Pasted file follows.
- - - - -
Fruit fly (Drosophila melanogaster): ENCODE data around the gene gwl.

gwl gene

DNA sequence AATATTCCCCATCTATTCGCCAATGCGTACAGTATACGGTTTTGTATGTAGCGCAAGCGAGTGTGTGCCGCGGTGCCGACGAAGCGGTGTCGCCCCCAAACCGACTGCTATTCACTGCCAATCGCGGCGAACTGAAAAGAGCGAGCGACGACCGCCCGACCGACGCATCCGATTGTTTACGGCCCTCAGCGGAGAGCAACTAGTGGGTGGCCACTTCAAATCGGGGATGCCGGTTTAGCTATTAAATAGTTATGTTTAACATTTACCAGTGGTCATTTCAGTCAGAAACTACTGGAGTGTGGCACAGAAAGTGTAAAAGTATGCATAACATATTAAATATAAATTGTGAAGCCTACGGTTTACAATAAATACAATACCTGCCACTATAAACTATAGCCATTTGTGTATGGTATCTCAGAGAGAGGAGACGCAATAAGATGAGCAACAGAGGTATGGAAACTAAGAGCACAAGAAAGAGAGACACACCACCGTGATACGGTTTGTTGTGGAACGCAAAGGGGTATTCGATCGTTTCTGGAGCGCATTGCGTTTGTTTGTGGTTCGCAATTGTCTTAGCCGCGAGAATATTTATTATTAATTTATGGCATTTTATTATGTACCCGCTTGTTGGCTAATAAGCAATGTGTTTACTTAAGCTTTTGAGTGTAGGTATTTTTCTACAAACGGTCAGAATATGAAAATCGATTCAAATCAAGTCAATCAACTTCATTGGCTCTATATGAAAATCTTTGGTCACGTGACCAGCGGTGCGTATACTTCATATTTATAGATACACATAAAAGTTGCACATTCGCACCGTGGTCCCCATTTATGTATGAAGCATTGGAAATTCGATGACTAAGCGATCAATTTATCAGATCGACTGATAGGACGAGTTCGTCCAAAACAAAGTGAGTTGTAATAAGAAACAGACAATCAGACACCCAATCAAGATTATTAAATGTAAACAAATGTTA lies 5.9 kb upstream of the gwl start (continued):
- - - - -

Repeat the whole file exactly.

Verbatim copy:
Fruit fly (Drosophila melanogaster): ENCODE data around the gene gwl.

gwl gene

DNA sequence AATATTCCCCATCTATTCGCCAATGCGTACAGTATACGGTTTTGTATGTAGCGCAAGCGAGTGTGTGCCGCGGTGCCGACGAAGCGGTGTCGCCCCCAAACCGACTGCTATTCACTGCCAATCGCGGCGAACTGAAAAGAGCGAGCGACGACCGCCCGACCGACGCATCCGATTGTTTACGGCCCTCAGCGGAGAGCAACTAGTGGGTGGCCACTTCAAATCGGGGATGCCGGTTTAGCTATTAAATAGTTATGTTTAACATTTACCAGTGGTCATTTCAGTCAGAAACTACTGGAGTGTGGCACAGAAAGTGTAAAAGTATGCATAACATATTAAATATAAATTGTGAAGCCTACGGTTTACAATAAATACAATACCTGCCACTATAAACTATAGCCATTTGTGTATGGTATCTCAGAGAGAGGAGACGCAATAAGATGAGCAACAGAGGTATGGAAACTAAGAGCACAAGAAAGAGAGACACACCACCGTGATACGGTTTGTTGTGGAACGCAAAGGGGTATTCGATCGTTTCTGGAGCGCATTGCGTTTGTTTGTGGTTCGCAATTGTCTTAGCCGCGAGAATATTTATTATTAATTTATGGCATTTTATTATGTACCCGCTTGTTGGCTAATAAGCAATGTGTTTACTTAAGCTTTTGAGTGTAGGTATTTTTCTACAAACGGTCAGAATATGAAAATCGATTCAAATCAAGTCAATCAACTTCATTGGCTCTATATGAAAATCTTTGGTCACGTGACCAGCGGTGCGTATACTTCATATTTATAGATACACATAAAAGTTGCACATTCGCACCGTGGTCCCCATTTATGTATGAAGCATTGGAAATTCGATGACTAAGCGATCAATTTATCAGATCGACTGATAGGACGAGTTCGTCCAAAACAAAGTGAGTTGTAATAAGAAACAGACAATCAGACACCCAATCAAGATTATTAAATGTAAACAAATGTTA lies 5.9 kb upstream of the gwl start (continued):